Export action plan aims to boost British food

British food and drink firms could be set to benefit from a £500m export action plan, launched last weekend by Environment Secretary Owen Paterson.

Speaking at the major food and drink exhibition Anuga, in Cologne, Paterson said the Food and Drink International Action Plan would be delivered by UK Trade and Investment (UKTI), along with the Department for Environment, Food and Rural Affairs (Defra).

The plan follows the government’s ambition to raise UK exports to £1 trillion, increasing UK export companies by 100,000. Around 15% of the UK’s overall manufacturing workforce are employed in the food and drink sector, equating to around 400,000 people, with a £90bn turnover.

Yet government and food companies have identified the export potential for small and medium-sized businesses (SMEs) to untapped markets and will use the plan, which is called ‘Food is Great’, to encourage the 90% of SMEs not exporting to do so.

Paterson said: “Brand Britain is recognised and revered internationally. The Food and Drink Exports Action Plan and the launch of ‘Food is GREAT’ are important, as they will give quality British produce an even higher profile, boost our economy and create jobs.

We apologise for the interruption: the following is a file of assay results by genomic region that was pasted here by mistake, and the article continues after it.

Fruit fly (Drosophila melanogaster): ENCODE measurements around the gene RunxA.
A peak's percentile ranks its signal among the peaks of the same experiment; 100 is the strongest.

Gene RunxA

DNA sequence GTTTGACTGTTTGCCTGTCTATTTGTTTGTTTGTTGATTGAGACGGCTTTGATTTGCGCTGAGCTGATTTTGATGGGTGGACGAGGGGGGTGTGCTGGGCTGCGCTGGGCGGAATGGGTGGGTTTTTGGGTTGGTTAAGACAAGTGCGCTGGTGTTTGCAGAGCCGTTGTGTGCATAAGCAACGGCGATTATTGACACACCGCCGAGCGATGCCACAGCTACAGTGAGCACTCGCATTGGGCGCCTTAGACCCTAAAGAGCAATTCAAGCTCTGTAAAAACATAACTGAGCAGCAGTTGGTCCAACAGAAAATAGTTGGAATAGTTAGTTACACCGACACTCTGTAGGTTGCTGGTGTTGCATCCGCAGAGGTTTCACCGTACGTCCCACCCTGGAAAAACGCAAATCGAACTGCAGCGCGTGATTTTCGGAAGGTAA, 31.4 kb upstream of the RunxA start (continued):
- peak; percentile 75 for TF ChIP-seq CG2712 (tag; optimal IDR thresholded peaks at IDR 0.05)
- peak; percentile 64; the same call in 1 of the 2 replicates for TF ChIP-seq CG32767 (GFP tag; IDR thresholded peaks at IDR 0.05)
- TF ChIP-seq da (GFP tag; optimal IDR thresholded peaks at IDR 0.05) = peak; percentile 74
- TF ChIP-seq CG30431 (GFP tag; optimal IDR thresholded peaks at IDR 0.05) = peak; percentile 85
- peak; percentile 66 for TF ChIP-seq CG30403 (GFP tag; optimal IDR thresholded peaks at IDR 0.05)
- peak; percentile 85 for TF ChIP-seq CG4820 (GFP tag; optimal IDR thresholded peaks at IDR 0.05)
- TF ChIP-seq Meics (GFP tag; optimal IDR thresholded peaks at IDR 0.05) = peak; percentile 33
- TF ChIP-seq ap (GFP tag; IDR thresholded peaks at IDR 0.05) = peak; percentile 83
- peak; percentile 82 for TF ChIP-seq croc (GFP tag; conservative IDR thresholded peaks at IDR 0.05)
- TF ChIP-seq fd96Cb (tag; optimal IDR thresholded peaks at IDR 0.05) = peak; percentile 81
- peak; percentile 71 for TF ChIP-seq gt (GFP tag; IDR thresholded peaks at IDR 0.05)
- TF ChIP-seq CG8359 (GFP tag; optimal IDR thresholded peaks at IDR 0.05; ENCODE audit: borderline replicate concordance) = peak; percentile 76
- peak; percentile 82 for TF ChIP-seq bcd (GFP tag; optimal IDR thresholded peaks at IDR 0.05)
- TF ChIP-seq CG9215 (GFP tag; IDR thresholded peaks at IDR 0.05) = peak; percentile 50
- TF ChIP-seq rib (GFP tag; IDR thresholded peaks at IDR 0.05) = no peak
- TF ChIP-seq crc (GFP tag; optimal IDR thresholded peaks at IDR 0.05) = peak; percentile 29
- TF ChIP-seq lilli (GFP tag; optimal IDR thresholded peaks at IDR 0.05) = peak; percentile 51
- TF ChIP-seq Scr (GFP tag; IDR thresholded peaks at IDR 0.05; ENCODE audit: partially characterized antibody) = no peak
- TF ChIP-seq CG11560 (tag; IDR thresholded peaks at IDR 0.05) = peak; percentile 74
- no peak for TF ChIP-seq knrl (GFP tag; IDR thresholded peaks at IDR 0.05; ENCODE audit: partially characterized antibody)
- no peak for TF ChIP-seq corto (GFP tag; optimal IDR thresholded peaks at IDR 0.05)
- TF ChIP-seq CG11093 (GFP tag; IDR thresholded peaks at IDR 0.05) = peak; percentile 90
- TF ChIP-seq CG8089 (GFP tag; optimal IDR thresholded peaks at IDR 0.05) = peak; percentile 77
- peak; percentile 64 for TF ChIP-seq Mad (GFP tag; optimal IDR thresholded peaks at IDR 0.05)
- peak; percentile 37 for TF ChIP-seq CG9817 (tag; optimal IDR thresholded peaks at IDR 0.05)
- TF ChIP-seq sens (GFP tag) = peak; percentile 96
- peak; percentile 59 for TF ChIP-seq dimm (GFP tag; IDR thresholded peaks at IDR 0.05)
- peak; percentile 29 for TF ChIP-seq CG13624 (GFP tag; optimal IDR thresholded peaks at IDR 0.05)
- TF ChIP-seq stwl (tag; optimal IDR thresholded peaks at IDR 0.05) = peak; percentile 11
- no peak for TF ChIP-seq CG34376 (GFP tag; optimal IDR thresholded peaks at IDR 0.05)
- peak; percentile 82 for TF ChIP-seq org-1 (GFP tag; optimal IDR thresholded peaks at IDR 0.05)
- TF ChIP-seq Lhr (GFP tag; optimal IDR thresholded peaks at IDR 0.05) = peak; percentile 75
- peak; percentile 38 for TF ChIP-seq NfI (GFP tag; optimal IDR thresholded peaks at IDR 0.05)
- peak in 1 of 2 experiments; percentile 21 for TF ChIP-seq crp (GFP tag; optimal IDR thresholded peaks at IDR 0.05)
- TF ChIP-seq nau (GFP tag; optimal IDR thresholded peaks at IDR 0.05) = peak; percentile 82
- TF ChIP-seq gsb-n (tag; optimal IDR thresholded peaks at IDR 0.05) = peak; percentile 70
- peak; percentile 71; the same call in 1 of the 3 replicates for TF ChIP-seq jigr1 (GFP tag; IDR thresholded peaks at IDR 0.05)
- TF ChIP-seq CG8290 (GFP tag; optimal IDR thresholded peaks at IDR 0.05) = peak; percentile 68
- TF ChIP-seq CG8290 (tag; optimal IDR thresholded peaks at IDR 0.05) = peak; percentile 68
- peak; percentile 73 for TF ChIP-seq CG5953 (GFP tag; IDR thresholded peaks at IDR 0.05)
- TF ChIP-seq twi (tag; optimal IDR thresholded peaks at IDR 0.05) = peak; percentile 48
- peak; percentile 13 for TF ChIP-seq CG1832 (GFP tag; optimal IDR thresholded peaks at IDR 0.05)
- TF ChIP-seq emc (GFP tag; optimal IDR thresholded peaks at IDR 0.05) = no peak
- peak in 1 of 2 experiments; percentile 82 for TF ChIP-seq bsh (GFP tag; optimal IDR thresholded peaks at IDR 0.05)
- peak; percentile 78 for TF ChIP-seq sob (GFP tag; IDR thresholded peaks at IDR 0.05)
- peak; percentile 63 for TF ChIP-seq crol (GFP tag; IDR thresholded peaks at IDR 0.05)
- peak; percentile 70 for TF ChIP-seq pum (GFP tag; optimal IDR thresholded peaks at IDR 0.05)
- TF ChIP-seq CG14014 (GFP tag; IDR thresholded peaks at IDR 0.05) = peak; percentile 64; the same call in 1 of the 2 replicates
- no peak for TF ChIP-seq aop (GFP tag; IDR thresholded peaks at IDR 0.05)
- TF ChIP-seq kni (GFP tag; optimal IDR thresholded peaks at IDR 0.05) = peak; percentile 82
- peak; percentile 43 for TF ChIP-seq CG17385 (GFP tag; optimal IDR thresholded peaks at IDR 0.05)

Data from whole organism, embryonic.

“There are huge opportunities for British food companies to export all over the world and I’m determined to help our firms exploit them.”

Trade and investment minister Lord Green said demand for British food and drink products overseas is quickly growing. “A 15% increase in overseas sales in the last two years is a clear sign of the opportunities available to the British food and drink manufacturers working in this sector,” he said.

“This Action Plan reinforces the UK government’s support for such a prosperous sector with an emphasis on how, together with industry, we can support businesses in the global export markets.”

Meanwhile, chef ambassador for the Food is Great campaign Tom Aikens, who has created food and drink menus for UK delegates at Anuga, said: “People are becoming increasingly concerned with the origins of what they are consuming and exactly what they are eating.”


User Login



Most read


Should the meat industry pay for compulsory abattoir CCTV monitoring?